At breakfast today I read about Stephen Gordon in my wife’s college alumni magazine (Drew). We would know Stephen Gordon as the founder of Restoration Hardware—a wildly successful upscale home decoration store. (Yes, they have working doorknobs, but far more decorative than the ones in my house.)



“Gordon’s success can be traced to his ability to ‘emotionally connect with people’ by telling stories. At Restoration Hardware, she recall’s there’d be a bowl of doorknobs—but it wouldn’t just be a bowl of doorknobs. There’d be a sign, with a paragraph of text that Stephen wrote. …..he told you the story of why this doorknob was made out of brass and the original foundry, the history the people and why brass was the best material to use. All of a sudden, he’s made this emotional connection…..’You’re finding yourself getting really emotionally attached to a brass doorknob that you don’t even need’.”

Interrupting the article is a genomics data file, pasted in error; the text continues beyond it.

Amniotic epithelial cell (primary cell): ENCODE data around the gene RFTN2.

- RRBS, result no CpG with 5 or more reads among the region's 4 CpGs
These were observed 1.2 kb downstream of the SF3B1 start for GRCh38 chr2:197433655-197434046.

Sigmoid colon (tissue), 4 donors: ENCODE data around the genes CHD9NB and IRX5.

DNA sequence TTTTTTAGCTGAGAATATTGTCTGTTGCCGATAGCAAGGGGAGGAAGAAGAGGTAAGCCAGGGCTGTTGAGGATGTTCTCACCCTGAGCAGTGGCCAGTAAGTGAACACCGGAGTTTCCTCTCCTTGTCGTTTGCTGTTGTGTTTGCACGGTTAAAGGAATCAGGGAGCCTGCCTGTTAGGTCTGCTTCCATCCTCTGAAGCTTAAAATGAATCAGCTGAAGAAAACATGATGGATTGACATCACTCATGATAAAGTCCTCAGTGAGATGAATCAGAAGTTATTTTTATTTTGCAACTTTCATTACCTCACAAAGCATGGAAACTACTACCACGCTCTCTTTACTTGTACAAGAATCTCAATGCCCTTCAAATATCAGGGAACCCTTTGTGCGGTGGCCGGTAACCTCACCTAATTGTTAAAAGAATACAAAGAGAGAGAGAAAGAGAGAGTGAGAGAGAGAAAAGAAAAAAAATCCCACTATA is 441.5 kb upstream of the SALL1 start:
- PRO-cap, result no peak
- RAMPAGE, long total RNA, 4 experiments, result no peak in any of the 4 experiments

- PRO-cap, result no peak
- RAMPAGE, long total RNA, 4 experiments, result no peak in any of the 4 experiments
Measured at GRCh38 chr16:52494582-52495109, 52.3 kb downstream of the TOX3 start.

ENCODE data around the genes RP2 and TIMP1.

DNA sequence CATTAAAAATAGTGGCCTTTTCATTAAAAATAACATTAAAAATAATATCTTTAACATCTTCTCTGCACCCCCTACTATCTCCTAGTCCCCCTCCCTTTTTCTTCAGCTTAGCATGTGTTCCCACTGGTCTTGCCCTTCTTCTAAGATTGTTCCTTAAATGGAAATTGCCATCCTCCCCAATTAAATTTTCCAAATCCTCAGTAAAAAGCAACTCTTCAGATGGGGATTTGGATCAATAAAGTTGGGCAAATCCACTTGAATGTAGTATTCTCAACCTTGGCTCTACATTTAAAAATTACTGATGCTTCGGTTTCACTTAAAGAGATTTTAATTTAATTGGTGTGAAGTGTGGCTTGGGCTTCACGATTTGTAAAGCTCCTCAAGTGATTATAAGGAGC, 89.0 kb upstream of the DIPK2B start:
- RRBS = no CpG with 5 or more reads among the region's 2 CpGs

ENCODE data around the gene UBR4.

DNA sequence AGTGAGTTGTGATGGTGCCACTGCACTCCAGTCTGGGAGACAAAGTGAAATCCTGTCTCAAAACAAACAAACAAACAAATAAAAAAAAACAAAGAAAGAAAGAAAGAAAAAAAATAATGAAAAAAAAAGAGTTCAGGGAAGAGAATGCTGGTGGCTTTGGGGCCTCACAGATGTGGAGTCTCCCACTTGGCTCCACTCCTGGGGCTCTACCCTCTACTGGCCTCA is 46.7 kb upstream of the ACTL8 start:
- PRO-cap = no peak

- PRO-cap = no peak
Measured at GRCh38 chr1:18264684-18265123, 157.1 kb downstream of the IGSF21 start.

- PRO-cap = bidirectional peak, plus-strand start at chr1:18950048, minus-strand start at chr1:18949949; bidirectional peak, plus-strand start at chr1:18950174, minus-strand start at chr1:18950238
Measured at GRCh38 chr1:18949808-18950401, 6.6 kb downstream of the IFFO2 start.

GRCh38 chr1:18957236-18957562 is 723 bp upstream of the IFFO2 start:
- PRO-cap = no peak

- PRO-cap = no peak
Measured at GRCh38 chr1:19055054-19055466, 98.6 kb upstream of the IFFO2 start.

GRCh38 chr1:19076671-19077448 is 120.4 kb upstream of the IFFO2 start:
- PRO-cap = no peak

How much more powerful are his stories than a sign that might merely reads “Made from Brass—A Proven Metal”. or “Locally Handcrafted”?

The ‘emotional connection’ of the story implies an internal motivation. The exclamatory phrases suggests an external motivation as if not purchasing these doorknobs will make you less cool or make you unhappy.

What kind of salesman are you at work? Do you speak in short pitch phrases trying to persuade? Or do you have a story to tell about why this project, task, initiative, or strategy is important. Can you make an emotional connection to help your employees to adopt the story as their own; give them something to which they can relate or something that is important to them?

Jonathan Shaver